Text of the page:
# Appending, avg list, dict, key

I am attempting to learn Python, and I got stuck on one of my practice problems.

• Answered* First question: I understand how to get the average of a list, but is there a better loop to use?

Second question: In my second function, why am I not appending the `int`s greater than zero in `x`?

Instructions:

Implement the following three functions (you should use an appropriate looping construct to compute the averages):

• allNumAvg(numList) : takes a list of numbers and returns the average of all the numbers in the list.
• posNumAvg(numList) : takes a list of numbers and returns the average of all the numbers in the list that are greater than zero.
• nonPosAvg(numList) : takes a list of numbers and returns the average of all the numbers in the list that are less than or equal to zero.

Write a program that asks the user to enter some numbers (positives, negatives and zeros). Your program should NOT ask the user to enter a fixed number of numbers. Also it should NOT ask for the number of numbers the user wants to enter. But rather it should ask the user to enter a few numbers and end with -9999 (a sentinel value). The user can enter the numbers in any order. Your program should NOT ask the user to enter the positive and the negative numbers separately.

Your program then should create a list with the numbers entered (make sure NOT to include the sentinel value (-9999) in this list) and output the list and a dictionary with the following Key-Value pairs (using the input list and the above functions):

• Key = 'AvgPositive' : Value = the average of all the positive numbers
• Key = 'AvgNonPos' : Value = the average of all the non-positive numbers
• Key = 'AvgAllNum' : Value = the average of all the numbers Sample run:

Enter a number (-9999 to end): 4 Enter a number (-9999 to end): -3 Enter a number (-9999 to end): -15 Enter a number (-9999 to end): 0 Enter a number (-9999 to end): 10 Enter a number (-9999 to end): 22 Enter a number (-9999 to end): -9999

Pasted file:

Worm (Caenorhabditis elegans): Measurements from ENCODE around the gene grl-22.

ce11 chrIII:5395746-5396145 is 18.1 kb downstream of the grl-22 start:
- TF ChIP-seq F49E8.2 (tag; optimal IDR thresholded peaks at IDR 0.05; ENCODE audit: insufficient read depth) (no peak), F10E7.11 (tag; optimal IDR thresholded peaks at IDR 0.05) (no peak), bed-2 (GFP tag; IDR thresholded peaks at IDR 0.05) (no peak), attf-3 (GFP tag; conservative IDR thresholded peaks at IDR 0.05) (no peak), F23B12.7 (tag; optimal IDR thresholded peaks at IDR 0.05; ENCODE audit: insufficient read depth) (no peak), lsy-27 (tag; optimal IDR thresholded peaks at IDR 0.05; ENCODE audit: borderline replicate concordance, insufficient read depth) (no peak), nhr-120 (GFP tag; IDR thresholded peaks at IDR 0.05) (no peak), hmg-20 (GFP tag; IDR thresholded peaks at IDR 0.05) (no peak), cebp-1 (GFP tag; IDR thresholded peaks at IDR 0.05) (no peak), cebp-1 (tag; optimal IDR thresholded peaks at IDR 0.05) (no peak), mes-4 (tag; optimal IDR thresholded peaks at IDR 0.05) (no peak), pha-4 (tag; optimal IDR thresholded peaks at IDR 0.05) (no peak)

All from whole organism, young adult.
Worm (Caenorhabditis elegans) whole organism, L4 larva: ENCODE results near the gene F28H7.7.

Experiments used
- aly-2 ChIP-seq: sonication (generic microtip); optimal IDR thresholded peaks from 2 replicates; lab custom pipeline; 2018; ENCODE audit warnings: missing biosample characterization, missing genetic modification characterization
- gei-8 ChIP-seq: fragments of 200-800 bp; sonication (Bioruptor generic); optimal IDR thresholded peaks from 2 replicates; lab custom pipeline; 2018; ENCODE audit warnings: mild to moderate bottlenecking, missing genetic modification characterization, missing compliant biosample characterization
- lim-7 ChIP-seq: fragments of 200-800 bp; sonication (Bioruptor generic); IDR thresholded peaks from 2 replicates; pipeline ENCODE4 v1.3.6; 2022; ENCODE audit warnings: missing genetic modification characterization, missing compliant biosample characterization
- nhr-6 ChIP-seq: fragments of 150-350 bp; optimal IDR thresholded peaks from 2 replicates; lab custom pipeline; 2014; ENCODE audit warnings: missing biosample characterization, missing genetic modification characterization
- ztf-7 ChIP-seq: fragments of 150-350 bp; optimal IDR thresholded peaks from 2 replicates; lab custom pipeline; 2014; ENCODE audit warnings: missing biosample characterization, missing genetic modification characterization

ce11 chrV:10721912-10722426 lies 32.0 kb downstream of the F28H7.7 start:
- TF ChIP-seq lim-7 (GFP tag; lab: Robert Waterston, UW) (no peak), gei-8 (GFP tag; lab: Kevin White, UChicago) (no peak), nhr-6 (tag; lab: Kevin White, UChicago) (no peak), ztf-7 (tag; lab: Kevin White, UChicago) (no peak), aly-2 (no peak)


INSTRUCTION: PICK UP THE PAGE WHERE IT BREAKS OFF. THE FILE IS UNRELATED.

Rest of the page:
The list of all numbers entered is: `[4, -3, -15, 0, 10, 22]`

The dictionary with averages is: ```{'AvgPositive': 12.0, 'AvgNonPos': -6.0, 'AvgAllNum': 3.0}```

``````def nums():
values = []

while -9999 not in values:
x = int(input("Enter any amount of numbers or -9999 to quit: "))

values.append(x)
values.remove(-9999)

return values

def allNumAvg(values):
average = 0
sum = 0
for n in values:
sum = sum + n
average = sum / len(values)

return average

def posNumAvg(values):
x = []
average = 0
sum = 0

if int in values > 0:
x.append(int)

print(x)

print(posNumAvg(nums()))
``````
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Thank you for the edit. Much more readable. –  TYPKRFT Nov 27 '13 at 19:40
Sorry I was curious if there was a better loop to use. –  TYPKRFT Nov 27 '13 at 19:41
Why not just `return sum(values)/len(values)`? –  Chris Martin Nov 27 '13 at 19:44

Your `allNumAvg` function needs a change:

``````def allNumAvg(values):
average = 0
sum = 0
for n in values:
sum = sum + n

# this shouldn't happen inside the loop
average = sum / len(values)

return average
``````

I'm not sure why you would write that and not just `return sum(values)/len(values)`, though.

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Thank you for that edit. I didnt realize you could return a formula! Learning new stuff everyday! –  TYPKRFT Nov 27 '13 at 19:45
It's not really any more or less a "formula"... It's just shorter code. –  Chris Martin Nov 27 '13 at 19:46
OK i just didnt realize you could return anything more than a variable i guess. –  TYPKRFT Nov 27 '13 at 19:49
@TYPKRFT Think about it like `return <expression>`. You might be used to only returning a variable, like `average`, but actually `average` is also an `<expression>`, namely, the value of `average`. –  Prashant Kumar Nov 27 '13 at 19:53
Should I make another question for my second question? Sorry I am not sure about the etiquette of the site. –  TYPKRFT Nov 27 '13 at 20:09